Monday, January 14, 2008

To Social Network or Not to Social Network?

How easy is it to feel offended by others in an online environment – where lack of non verbal communications to ‘read’ the true meaning of things – doesn’t allow you to properly judge what others are saying??

Last week a friend, who is also a work colleague and fellow social networker, emailed me in Facebook to enquire whether something they’d sent me earlier in FB had offended me, as they’d seen some comments/questions I’d been posing in Twitter about whether there needs to be SNetiquette – “a social networking etiquette” in places like FB & Twitter?

I quickly responded – that in no way was I referring to them at all – and that I was really pondering about the legitimacy of having my Facebook account as my 'public online face', and wanted to know how people felt about FB.

Then today – a conversation occurred in Twitter which made me truly understand how my FB friend was feeling. I tweeted:

“Wondering if there's a computation to calculate the wealth of combined knowledge within a social network?”

This draw a response of realization that social networks are quickly creating ‘repetition’, ‘overlap’, ‘noise’ and becoming ‘babble’

Now I’m wondering if I’m using Twitter to ‘babble’ too much? Should I consider a little more carefully what tweets I make?

So like my FB friend – I’ve had to directly ask the true meaning of these comments – to draw out further clarification.

This has also led me to wonder:

What is a Social Network?

A means of communicating with others, sharing ideas, thoughts and opinions?

A means of conversing with people, with whom you might not necessarily have the opportunity to talk to due to time and distance?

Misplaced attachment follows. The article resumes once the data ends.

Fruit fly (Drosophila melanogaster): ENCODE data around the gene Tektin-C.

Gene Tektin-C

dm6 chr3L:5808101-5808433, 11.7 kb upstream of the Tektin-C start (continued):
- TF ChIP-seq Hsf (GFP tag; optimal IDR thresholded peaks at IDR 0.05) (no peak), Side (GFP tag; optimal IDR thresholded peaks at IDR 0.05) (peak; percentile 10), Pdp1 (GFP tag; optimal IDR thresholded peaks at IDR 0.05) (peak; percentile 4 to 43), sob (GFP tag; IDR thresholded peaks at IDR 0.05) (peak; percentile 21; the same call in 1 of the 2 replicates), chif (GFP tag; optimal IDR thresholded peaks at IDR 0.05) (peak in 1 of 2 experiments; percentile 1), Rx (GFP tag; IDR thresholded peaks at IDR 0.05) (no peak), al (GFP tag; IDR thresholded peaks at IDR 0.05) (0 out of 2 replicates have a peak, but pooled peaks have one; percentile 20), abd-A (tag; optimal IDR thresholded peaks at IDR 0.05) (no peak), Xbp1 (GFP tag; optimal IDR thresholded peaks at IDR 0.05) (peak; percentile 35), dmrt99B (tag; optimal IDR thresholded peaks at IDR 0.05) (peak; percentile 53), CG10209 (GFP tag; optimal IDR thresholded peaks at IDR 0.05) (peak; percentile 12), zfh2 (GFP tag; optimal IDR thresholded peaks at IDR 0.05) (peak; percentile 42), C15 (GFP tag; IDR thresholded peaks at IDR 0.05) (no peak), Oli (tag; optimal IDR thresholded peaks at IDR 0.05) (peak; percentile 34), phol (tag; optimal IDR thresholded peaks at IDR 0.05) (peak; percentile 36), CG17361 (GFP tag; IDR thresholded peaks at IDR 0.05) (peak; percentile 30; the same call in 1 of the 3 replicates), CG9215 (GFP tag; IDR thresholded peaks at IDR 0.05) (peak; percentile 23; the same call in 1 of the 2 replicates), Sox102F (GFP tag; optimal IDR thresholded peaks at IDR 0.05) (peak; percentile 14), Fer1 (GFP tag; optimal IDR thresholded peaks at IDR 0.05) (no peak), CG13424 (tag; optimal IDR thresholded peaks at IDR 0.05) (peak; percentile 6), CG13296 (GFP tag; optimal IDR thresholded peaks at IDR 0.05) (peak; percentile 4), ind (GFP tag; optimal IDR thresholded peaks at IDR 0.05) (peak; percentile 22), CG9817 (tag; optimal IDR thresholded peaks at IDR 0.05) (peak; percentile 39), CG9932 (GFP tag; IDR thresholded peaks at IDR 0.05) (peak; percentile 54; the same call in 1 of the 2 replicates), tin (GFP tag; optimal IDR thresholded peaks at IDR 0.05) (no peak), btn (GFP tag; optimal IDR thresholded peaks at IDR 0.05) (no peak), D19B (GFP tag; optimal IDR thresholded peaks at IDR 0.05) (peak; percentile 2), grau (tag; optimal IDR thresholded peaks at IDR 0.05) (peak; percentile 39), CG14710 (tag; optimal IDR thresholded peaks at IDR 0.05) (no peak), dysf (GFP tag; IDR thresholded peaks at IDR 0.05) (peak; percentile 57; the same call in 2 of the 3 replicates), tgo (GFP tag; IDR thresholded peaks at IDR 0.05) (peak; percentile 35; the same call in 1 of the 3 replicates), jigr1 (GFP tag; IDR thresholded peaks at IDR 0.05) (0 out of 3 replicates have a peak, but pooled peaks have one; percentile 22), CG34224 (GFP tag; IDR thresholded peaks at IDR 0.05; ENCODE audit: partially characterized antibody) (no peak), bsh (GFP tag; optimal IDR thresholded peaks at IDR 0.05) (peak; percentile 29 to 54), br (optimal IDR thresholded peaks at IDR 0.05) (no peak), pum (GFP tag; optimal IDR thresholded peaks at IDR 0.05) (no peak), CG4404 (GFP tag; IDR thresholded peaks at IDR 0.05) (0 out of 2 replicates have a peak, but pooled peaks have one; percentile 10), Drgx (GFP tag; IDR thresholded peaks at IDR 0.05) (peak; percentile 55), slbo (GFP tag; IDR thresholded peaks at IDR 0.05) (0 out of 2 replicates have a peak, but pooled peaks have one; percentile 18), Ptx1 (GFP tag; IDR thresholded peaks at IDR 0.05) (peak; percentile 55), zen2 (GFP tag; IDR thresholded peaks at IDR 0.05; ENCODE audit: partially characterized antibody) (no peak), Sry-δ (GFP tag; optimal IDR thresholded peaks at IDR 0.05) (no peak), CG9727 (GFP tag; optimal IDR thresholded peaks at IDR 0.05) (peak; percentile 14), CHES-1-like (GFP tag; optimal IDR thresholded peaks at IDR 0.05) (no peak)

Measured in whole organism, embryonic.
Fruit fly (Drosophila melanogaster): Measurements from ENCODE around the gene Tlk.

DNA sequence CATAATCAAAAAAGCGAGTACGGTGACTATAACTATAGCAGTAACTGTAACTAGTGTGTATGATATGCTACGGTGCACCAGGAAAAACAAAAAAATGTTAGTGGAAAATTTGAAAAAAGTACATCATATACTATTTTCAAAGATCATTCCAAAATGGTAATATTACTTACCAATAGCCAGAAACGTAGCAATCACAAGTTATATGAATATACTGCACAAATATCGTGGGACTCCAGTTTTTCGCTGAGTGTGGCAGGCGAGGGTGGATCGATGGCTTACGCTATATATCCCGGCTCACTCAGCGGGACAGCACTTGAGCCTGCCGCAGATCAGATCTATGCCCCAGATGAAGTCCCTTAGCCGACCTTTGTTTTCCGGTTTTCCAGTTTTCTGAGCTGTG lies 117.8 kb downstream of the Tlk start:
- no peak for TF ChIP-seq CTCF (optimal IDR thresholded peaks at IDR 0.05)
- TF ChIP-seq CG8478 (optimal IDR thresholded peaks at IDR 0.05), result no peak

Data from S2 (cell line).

A means of sourcing information?

A means of ‘staying in touch’ with what others are doing?

Or A means of ‘babbling’?

“Let's face it, 90% of all the things going on in social networks is just crap. Facebook is the worst I have experience so far - my front page is filled with junk.” Thomas Baekdal 12/01/08, "Linkin, Facebook, Hi5, Friendster, Orkut, Bebo etc… "

And more recently on Twitter:
Warlach @jjprojects I think Twitter etiquette requires one to act like oneself, if you dont like it, just don't follow


Sue Waters said...

Actually your comment about Facebook, Twitter and work colleagues probably relates more to who you interact with within each network. For me Twitter is very personal and a place where I want to be able to vent steam, if I so wish, without concern. It is not a place where I would use to connect with my students, work colleagues or family. Whereas I am happy to have any one connect with me in Facebook because I have no personal attachment. Saying all this it makes me think that it is worth removing the Twitter application from Facebook if there are concerns that people not in my twitter network will misconstrue my rants and reflections when they are posted in Facebook.

Your question in Twitter today was a really good one; and relates to the Wisdom of Crowds. My answer to how you use Twitter - is use it how you want to use it. If others don't like how you use it that is their problem. Twitter is your personal learning network -- be who you are not who people want you to be. No different really from blogging.

Sue Waters
Mobile Technology in TAFE

MadMiller said...

Thanks Sue - your words are very much appreciated.

I didn't think my Twitter network would have this effect on me - but I do find sometimes that it's hard to read the full meaning of written text.

I'm sure with more 'practice' online I'll develop a better sense of my networks, social networking, and hopefully grow a thicker 'virtual' skin.

KerryJ said...

Hi Allison

Yes it IS difficult at times to determine meanings behind posts. For instance, I used to find emails with no salutation or just my name to be rude and abrupt. Since using Twitter, I see that communications are becoming more economic therefore the niceties/fillers are the first thing to go.

As for Twitter, I see a lot of value in "babbling". I think it fascinating to watch people brainstorm and feel the unspoken invitation to jump in.

You and several people whom I feel privileged in thinking of as "my Twitter buddies" have helped make me a Twitter fan because your combination of casual friendly posts, and earnest questioning is engaging for me. Plus the supportive messages when I Tweet about a victory or defeat are warm fuzzies that make my day.